Tax fraud: How companies use CSR to cheat the system

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Get ready to pay VAT on online transactions – FIRS tells Nigerians
Get ready to pay VAT on online transactions – FIRS tells Nigerians

It’s a noble cause. An action that results in showing goodwill and loyalty towards the host communities of corporate organizations – the corporate social responsibility (CSR) which should have been applauded has created may probably be the greatest heist in corporate environment as indications are that top multinationals and their local counterparts are signing off and cutting deals in the name of providing corporate social responsibility reports Ibrahim Apekhade Yusuf

Corporate social responsibility (CSR) is an ideal that should ordinarily be appreciated but this is not so any more. Reasons: increasingly most corporate organizations are reportedly using CSR as a conduit pipe to cheat the system.

Worries over CSR-related fraud

Concerns over the likelihood of companies using CSR to cut deals, especially tax avoidance has become one issue hotly debated.

Prince Umor C. Agundu and Akeem A. Siyanbola, both of the Department of Accounting, Federal University Wukari, Taraba State, while drawing a nexus between tax aggressiveness and corporate social responsibility fluidity amongst Nigerian firms said: “Essentially, tax expenditure is expected to be administered in a manner that reasonably minimises tax burden on the focal citizens. This privilege prevails more with corporate tax payers who either engage the services of tax consultants and/or undertake corporate social responsibility (CSR) activities, which are tax deductible.”

The concern of corporate entities in this regard borders on tax planning, tax avoidance, and tax evasion.  The latter is more synonymous with tax aggressiveness (which is a common practice in the business world). Unlike tax avoidance (which is permissible) tax evasion (aggressiveness) prevails as illegal tax saving scheme, but the dividing line between them is thin. This accounts for the increasing research interest towards addressing national development issues linked with tax aggressiveness.

“Operationally, there is no parity of CSR dynamics in developed and undeveloped nations due to circumstantial disparities which the latter suffer as a result of weak enforcement of regulations, malaise of corruption, and lack of awareness of basic rights amongst shareholders. To galvanise firms in Nigeria towards compliance, intense advocacy is directed at enhancing labour relations, product efficiency, quality of life, and reduction in emission of environmentally harmful substances. These contemporary issues relating to CSR find analytical expression in Nigeria as the fluidity has national development implications.

The researchers noted that as firms seek to post positive images to the outside world, compliance with taxation and other CSR expectations are equally critical, bearing strategically on organisational sustainability and national development. Furthermore, in recognition of the imperativeness of instilling non-tax aggressive behaviour, a state government in Nigeria harnessed the public media platform to advocate the filing of pay as you earn (PAYE) tax returns and PAYE remittances.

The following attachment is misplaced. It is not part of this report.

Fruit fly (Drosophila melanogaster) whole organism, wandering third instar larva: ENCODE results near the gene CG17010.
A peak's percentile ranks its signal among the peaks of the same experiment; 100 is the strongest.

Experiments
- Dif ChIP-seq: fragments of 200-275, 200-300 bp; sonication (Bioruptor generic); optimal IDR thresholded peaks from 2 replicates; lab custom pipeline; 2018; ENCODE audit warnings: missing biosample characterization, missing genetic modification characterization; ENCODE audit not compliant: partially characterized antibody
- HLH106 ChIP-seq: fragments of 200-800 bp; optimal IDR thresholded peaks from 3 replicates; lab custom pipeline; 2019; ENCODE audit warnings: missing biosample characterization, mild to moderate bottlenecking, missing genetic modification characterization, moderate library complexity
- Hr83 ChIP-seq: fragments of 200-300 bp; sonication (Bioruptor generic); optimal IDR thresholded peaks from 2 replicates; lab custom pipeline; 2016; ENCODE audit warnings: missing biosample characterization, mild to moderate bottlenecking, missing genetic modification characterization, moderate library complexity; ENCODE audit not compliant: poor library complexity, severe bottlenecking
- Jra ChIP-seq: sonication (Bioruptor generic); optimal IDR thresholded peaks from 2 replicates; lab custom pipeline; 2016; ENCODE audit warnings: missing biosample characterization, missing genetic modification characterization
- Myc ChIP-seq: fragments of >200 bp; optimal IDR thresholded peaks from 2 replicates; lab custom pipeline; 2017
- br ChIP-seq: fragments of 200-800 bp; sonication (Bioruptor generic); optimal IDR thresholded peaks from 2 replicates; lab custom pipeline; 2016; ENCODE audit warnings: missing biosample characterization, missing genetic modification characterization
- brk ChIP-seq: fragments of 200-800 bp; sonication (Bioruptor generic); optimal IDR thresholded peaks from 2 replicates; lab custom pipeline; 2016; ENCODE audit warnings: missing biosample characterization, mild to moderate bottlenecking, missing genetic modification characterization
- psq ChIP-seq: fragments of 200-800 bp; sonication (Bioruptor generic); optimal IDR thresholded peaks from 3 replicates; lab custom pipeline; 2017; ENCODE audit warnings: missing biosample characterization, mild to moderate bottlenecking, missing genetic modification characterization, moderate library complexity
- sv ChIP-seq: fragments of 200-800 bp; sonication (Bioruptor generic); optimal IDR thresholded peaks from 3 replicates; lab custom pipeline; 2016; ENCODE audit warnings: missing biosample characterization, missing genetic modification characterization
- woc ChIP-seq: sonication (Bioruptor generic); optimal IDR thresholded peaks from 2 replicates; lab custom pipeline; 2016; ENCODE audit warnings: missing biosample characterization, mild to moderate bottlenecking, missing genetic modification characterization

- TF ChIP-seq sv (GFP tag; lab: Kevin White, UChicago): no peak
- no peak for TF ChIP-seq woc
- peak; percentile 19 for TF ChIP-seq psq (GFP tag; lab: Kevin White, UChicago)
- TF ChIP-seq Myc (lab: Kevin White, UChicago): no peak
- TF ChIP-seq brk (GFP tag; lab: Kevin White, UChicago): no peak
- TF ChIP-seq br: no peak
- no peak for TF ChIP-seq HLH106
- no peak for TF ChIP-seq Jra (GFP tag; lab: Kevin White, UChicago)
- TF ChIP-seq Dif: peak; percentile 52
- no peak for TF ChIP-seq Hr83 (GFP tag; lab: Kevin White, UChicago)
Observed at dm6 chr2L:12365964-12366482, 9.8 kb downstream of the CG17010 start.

In some climes, where scholarly inquest on CSR and tax aggressiveness relationship has intensified, there are interesting and infesting mixed results.

Citing the treatise by Huseynov & Klamm, the dons observed that the outcome illuminated the relationship of three CSR dimensions, namely, corporate governance, community involvement, and gender diversity with tax aggressiveness, using American firms that engaged external auditors for tax related services.

“Without draining CSR fluidity and compromising tax compliance, cash flow conservation by firms should match impending payments which are not closely synchronised with cash receipts; meaningfully providing the needed financial cushion for exigencies.”

Writing on the impact of new transfer pricing rules on multinational enterprises in Nigeria, the trio of Taiwo Oyedele, Anthony Curtis, Elizabeth Sweigart and Robert Smallwood all of PricewaterhouseCoopers, observed that as a result of multinational enterprises establishing operations in Nigeria and the increased volume of intercompany transactions — both in terms of the number and the value —between these local affiliates and their foreign counterparts, transfer pricing is a top-of-mind concern for the Federal Inland Revenue Service (FIRS). In an attempt to combat perceived income shifting by foreign taxpayers out of Nigeria, FIRS published new transfer pricing rules on September 21, 2012. These latest rules signal a new level of sophistication of the Nigerian government in terms of addressing international commerce and taxation and reflects the move toward formal transfer pricing rules in other developing nations. Consequently, it is critical for corporate taxpayers and their advisors to educate themselves on the new rules and understand the trends and precedents set by this recent legislation in the context of their own business strategy in the region.”